Aspron

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The aspron (Greek: ἄσπρον), from Latin asper, was a late Byzantine name for silver or silver-alloy coins.

The Latin word asper originally meant "rough", but had gradually acquired the connotation of "fresh" and, especially when referring to silver, "white", by the imperial period.[1] It acquired a technical meaning in the 12th century, when the Byzantines began to refer to the billon trachy coin, which was issued in a blanched state, as aspron. The same name was also sometimes applied to the contemporary electrum trachy as well.[1]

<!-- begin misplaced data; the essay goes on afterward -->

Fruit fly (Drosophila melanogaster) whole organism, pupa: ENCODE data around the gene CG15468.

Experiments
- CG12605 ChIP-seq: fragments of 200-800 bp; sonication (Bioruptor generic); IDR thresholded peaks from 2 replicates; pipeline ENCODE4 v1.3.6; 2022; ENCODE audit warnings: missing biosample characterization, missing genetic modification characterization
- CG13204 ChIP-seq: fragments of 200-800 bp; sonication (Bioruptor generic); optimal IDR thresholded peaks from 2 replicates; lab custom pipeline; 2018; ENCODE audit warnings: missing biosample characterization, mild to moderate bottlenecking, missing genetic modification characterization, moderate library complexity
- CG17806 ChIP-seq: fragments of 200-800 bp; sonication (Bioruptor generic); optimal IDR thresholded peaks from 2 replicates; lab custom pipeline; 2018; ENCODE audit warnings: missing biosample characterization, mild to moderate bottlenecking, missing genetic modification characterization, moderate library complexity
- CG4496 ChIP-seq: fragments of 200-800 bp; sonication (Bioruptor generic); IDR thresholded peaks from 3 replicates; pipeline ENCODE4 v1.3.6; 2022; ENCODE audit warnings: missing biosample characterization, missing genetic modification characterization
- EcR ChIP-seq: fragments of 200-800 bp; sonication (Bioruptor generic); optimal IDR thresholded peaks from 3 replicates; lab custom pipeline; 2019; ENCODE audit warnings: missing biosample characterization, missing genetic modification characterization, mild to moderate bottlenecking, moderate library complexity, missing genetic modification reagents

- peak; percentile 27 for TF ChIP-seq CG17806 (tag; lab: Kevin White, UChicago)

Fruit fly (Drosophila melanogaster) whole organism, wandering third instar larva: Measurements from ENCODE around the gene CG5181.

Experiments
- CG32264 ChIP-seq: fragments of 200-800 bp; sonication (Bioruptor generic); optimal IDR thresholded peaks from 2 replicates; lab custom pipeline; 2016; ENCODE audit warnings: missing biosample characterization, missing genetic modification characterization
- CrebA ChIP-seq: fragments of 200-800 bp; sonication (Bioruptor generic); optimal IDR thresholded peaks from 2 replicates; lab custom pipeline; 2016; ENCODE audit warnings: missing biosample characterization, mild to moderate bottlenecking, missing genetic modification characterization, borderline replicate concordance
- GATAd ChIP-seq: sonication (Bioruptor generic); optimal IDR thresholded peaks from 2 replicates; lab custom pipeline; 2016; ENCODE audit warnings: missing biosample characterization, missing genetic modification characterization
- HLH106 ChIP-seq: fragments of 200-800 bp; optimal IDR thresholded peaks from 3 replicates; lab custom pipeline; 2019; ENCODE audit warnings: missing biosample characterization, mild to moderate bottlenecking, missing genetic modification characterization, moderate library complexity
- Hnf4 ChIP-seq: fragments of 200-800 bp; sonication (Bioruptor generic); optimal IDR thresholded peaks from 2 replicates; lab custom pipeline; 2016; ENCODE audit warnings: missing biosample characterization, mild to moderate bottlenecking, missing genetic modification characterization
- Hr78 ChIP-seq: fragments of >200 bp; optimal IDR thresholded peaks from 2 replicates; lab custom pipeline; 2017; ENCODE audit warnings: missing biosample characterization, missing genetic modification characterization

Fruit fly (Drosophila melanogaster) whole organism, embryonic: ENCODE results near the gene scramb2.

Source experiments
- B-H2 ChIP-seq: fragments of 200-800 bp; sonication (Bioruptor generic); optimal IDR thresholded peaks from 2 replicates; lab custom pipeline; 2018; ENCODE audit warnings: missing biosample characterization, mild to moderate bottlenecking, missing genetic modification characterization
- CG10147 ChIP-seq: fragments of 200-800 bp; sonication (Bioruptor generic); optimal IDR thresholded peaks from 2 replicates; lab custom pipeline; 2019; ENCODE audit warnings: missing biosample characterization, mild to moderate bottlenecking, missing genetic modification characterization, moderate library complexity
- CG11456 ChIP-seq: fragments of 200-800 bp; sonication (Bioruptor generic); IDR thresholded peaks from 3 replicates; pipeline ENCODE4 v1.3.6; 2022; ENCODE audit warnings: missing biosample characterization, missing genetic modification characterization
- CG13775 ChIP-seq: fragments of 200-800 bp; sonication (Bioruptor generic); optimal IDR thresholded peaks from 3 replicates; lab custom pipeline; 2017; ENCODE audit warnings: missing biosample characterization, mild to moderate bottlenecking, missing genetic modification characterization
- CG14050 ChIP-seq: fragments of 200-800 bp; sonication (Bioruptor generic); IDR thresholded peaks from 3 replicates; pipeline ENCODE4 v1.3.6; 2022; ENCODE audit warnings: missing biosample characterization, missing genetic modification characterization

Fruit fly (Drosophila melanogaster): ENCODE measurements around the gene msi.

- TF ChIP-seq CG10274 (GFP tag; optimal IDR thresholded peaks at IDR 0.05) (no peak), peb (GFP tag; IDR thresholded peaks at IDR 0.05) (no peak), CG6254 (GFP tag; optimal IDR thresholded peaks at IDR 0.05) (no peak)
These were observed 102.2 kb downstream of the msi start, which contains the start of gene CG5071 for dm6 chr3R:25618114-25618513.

The name re-appears in the 14th–15th centuries as a generic name for silver coinage, such as the Byzantine doukatopoulon or the Turkish akçe.[1] The 15th century account books of the Venetian merchant-banker Giacomo Badoer lists several cities and governments that coined aspers, which included Trebizond, Caffa, Simisso (or Samsun), Tana, and Rhodes.[2]

References[edit]

  1. ^ a b c Grierson 1991, p. 211.
  2. ^ Cecile Morrison, "Coin Usage and Exchange Rates in Badoer’s Libro dei Conti", Dumbarton Oaks Papers, 55 (2001), pp. 217-245

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